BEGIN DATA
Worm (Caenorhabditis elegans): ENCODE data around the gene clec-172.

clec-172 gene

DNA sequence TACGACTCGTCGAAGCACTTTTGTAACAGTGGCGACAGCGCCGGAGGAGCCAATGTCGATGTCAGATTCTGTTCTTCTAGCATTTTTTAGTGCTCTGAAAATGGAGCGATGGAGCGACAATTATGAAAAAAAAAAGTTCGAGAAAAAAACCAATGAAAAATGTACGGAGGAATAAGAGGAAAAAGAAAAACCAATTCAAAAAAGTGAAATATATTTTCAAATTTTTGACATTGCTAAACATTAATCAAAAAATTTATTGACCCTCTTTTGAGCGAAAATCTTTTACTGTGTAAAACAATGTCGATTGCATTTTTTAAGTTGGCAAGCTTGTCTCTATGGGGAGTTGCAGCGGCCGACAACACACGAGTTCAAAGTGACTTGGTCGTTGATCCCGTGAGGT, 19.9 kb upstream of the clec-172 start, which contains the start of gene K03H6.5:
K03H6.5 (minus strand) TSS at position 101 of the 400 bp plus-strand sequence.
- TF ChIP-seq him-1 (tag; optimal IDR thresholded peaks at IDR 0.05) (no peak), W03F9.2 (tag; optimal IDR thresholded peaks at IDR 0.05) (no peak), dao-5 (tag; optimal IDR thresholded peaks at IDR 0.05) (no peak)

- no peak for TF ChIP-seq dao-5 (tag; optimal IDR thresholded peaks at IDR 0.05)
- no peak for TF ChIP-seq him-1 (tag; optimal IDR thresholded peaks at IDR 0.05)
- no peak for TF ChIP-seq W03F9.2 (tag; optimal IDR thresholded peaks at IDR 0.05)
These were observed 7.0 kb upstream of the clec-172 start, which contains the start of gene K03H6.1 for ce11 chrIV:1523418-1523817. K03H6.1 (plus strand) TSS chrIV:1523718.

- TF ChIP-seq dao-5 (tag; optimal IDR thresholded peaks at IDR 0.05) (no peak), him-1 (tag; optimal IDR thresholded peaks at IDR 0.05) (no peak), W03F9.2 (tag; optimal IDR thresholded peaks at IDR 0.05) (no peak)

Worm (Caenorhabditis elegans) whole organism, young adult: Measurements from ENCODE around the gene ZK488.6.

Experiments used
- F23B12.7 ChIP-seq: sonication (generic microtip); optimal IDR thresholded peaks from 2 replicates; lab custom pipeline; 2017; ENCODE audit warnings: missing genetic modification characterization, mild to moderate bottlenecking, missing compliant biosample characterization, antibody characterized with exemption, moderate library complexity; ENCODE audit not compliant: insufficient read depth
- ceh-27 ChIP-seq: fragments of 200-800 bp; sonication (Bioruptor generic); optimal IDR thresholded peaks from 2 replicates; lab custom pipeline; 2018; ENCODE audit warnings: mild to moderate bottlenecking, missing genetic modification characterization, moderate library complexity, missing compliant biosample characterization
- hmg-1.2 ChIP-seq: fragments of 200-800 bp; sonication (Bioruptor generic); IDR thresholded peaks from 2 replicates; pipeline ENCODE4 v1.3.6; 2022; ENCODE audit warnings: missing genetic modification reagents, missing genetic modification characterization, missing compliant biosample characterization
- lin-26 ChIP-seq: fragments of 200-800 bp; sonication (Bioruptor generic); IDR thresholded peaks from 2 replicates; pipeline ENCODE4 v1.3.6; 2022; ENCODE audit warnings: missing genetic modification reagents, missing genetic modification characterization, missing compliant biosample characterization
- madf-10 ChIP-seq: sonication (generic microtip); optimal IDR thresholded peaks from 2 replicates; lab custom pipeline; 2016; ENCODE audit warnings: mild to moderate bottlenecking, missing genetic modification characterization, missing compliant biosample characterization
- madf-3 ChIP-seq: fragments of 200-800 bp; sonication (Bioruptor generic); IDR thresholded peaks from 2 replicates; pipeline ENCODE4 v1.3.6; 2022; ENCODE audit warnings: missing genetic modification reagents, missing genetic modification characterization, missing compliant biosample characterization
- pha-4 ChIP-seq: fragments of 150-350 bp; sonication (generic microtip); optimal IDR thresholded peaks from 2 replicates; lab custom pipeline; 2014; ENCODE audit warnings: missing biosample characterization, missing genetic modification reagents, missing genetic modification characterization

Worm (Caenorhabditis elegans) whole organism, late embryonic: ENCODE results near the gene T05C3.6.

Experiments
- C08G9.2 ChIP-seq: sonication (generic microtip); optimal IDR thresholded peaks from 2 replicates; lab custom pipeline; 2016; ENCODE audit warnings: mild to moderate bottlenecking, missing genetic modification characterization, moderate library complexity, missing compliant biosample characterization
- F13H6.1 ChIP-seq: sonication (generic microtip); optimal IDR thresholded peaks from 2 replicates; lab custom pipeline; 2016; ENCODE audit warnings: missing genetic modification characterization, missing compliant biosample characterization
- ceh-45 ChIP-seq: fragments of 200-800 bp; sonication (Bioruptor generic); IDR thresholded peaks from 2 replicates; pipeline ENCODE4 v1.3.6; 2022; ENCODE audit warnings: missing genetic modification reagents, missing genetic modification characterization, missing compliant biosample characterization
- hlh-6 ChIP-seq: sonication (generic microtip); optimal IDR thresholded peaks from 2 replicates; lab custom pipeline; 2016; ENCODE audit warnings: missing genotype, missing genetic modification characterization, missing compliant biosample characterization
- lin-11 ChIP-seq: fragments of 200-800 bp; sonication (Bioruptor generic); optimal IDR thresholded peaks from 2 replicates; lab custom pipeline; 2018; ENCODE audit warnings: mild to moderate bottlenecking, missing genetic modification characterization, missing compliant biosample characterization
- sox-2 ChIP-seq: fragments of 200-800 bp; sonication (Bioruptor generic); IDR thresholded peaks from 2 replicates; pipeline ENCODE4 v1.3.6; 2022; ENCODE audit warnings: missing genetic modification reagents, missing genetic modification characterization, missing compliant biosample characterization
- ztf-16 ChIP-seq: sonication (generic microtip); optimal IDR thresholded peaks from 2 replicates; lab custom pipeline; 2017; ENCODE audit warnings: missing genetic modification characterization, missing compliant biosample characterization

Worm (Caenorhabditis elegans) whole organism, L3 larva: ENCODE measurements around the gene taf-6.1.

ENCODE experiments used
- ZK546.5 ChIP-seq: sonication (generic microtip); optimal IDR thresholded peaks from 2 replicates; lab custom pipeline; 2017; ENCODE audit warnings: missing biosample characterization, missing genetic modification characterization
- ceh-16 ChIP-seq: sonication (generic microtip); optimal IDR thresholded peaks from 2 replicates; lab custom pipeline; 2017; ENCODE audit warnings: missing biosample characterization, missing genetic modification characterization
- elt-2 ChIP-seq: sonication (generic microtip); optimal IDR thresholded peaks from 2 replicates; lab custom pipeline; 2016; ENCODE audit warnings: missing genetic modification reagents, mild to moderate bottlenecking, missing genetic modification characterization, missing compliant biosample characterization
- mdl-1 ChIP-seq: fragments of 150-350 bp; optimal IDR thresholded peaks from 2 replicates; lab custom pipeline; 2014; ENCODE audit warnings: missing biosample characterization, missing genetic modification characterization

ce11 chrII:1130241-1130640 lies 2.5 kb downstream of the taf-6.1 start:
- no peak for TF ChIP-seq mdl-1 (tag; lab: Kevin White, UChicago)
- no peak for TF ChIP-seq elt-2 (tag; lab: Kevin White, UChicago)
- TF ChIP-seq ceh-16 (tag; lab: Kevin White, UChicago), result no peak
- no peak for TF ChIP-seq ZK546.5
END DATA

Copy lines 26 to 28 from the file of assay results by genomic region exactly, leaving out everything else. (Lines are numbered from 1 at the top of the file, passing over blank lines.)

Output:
- lin-11 ChIP-seq: fragments of 200-800 bp; sonication (Bioruptor generic); optimal IDR thresholded peaks from 2 replicates; lab custom pipeline; 2018; ENCODE audit warnings: mild to moderate bottlenecking, missing genetic modification characterization, missing compliant biosample characterization
- sox-2 ChIP-seq: fragments of 200-800 bp; sonication (Bioruptor generic); IDR thresholded peaks from 2 replicates; pipeline ENCODE4 v1.3.6; 2022; ENCODE audit warnings: missing genetic modification reagents, missing genetic modification characterization, missing compliant biosample characterization
- ztf-16 ChIP-seq: sonication (generic microtip); optimal IDR thresholded peaks from 2 replicates; lab custom pipeline; 2017; ENCODE audit warnings: missing genetic modification characterization, missing compliant biosample characterization